Mum shared the horror with me

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Indy Lifestyle Online
Nick began taking drugs at public school and was expelled aged 16. He got deeper into a "drug-led" life which, he says, had a profound effect on his family. He is now 28.

Drugs made me feel self-assured and when I was taking them I felt sure people liked me. I started with cannabis and moved on. It was all too easy to get drugs at first - the father of a friend was a cocaine addict and gave us stuff free, then I started buying amphetamines and other substances. No heroin at first. That was my bottom line.

I began to need drugs, and I used them every day. My parents didn't know and I wasn't living at home, but I realised I had a problem and I was scared. I decided one day to go home and tell my parents and ask for help. But the day I chose was the very day my mother was kicking my stepfather out and instead of my asking her for help, she was turning to me. I'd already been through my mother and father divorcing and that devastated me. I took a lot of drugs to get me through that period. I'd seen that day as my last hope.

It was a downhill path after that. I lost all optimism in life. I got more and more confused and disillusioned. I was stealing to feed my habit, I was having no success with girlfriends. I started dabbling in opiates and then I tried heroin. I had very little contact with home until I went to the doctor who put me into a treatment centre. My parents were told then, and I broke down in front of my mother. She was calm and practical, and said we'll see the doctor and get you off. She thought that would be the end of it.

I lived at home, secretly stealing, selling and scoring and telling lies to my parents. It was then that my mother began to change. I didn't know, but she had begun going for help herself and she was changing. She stopped making things easy for me, bailing me out when I was in trouble with the police, paying my fines. I was angry and aggravated and felt she had been brainwashed. It all came to a head the day I stole her silver rings, which were really precious to her, and sold them. The police arrested me and this time my mother refused to stand bail. So I ended up in prison on remand.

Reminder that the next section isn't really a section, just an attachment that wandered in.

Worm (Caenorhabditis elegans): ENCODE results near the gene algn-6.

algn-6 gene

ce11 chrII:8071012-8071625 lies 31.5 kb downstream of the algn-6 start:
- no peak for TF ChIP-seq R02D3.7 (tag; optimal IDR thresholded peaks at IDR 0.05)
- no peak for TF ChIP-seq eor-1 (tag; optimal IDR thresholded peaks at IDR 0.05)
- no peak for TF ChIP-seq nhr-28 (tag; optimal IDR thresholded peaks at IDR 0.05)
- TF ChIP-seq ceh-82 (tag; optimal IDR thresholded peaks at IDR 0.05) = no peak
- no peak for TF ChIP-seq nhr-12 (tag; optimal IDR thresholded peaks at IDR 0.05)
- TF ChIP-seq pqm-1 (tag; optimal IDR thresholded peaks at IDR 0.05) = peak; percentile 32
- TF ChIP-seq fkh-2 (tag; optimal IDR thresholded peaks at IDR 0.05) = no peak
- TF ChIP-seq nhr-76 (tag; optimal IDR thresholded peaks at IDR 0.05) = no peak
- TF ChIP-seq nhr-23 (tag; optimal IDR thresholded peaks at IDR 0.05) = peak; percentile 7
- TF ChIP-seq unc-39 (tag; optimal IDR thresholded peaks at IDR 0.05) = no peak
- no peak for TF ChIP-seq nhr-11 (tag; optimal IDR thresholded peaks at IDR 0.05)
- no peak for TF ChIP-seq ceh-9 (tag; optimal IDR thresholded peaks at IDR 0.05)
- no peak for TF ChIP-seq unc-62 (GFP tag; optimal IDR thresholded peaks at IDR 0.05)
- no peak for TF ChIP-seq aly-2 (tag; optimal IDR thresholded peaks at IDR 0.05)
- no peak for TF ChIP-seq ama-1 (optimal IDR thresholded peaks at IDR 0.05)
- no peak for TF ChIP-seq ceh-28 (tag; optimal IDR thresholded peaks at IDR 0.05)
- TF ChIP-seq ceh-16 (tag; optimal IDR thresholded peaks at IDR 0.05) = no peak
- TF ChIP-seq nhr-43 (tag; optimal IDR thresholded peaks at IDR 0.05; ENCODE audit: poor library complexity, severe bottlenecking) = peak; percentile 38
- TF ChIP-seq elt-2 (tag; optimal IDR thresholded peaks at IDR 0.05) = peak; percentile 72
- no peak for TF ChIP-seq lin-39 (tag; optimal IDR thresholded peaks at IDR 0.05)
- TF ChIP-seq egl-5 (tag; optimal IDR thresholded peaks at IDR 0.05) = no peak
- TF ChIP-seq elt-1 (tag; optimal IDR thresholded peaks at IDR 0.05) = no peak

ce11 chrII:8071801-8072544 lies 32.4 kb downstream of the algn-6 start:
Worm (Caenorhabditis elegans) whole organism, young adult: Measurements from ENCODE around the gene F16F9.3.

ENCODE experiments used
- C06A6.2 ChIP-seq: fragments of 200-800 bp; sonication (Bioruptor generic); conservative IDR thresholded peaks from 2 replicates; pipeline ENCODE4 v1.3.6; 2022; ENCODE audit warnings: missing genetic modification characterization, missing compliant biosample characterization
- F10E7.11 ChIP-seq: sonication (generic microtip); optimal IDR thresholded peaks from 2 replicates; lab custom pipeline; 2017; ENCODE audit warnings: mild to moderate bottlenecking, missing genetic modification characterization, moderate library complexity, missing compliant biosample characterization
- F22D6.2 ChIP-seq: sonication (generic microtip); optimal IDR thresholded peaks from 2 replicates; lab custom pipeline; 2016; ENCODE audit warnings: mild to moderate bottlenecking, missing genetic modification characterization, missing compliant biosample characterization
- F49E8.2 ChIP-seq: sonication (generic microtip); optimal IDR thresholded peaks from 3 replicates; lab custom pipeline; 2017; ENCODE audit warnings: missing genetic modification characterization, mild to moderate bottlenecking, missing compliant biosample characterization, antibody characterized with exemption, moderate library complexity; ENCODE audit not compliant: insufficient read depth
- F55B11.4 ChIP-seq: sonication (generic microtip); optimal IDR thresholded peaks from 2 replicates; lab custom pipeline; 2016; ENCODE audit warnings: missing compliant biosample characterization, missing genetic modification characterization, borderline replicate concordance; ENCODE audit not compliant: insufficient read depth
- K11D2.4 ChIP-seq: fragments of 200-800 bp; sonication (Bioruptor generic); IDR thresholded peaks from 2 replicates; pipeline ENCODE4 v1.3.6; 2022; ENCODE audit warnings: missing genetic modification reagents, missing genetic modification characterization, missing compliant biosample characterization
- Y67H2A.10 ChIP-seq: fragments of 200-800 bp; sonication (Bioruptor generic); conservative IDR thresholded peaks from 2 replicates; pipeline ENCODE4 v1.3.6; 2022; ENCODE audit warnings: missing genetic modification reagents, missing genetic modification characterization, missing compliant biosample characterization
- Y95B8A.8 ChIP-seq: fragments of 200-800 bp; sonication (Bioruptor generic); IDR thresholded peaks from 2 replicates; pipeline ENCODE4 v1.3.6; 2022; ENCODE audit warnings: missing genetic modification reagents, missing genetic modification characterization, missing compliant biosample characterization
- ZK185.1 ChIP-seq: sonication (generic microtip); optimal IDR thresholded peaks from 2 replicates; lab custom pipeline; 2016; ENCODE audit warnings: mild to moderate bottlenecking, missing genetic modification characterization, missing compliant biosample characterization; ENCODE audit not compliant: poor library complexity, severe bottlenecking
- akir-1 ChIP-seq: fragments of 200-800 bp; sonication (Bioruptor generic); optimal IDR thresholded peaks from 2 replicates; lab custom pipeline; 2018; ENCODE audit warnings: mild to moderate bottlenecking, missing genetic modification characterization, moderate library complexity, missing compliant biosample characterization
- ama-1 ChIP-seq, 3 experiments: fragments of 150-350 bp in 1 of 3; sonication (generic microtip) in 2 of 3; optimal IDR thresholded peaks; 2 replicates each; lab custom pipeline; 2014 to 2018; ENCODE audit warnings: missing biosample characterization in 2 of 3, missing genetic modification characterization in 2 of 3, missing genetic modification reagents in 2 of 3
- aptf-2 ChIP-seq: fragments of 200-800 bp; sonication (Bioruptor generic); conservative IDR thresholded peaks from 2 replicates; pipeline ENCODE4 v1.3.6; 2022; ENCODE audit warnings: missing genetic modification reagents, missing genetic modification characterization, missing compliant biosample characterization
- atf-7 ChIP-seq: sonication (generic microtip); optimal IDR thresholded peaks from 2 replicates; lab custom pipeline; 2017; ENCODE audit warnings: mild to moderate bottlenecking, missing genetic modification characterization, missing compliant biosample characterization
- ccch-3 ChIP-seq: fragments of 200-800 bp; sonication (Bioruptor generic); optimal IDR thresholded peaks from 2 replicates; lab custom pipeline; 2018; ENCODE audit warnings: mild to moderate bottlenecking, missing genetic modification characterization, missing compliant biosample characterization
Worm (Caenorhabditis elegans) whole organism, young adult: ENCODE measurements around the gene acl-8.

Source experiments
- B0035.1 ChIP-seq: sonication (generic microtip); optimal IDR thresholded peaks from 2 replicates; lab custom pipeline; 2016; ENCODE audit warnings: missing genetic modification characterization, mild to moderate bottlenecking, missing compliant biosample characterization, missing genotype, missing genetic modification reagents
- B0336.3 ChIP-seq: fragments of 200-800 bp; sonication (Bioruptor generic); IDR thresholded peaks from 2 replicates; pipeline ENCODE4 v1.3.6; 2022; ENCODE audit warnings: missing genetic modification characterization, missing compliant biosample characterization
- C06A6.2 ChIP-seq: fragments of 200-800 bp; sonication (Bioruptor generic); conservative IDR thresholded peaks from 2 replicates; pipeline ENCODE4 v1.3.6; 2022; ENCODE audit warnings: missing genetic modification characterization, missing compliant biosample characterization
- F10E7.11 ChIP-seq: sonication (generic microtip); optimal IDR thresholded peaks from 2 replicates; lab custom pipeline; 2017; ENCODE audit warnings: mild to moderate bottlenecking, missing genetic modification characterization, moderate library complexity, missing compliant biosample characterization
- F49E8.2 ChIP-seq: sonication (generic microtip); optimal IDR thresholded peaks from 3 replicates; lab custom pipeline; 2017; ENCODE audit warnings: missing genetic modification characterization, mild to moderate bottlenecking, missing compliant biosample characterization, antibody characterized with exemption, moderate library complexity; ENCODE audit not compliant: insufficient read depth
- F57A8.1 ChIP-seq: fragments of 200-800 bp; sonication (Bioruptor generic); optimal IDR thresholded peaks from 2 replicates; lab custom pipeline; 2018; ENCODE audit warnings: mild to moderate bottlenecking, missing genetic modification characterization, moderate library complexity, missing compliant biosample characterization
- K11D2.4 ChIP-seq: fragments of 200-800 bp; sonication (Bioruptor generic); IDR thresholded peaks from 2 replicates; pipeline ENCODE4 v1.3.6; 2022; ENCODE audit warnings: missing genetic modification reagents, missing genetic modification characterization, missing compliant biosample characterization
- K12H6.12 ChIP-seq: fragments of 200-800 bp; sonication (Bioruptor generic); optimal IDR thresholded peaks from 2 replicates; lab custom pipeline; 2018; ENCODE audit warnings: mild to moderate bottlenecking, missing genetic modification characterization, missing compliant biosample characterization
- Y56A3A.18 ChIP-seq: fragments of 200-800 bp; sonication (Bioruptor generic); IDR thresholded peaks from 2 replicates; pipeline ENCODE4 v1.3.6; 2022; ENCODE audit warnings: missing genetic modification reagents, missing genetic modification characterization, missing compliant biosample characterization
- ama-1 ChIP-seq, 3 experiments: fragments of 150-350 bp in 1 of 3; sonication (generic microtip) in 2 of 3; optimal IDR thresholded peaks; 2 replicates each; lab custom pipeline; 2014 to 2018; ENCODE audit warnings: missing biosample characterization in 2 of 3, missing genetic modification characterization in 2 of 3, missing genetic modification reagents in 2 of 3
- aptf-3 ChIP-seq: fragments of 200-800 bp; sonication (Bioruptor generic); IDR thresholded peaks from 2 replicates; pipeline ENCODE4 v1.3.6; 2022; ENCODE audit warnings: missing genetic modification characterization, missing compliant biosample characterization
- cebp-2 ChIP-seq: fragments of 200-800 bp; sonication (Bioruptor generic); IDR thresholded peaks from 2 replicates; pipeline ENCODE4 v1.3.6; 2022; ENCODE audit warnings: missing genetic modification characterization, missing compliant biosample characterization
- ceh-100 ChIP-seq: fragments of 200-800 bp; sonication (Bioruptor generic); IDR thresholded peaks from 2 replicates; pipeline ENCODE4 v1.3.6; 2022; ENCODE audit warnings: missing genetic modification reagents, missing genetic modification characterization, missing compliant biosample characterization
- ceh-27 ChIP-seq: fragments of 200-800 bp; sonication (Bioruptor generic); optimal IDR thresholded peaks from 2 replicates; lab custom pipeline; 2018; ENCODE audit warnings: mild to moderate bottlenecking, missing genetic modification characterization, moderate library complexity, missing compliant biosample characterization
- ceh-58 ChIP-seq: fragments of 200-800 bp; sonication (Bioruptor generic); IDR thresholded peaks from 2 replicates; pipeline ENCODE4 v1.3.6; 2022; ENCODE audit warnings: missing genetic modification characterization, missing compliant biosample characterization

That was the turning point. I made the decision then to put myself into a treatment centre, where I was helped to realise I wasn't a bad person. I then went on to Narcotics Anonymous and at the same time my Mum was sorting out her recovery from my addiction. She really felt she had lost her life and she was rediscovering how to live for herself. And that has been wonderful for us. Our relationship is close and intense now. We can talk, we both know more about what happened. But we're more like friends now than mother and son. We're equals who have shared the horror of addiction.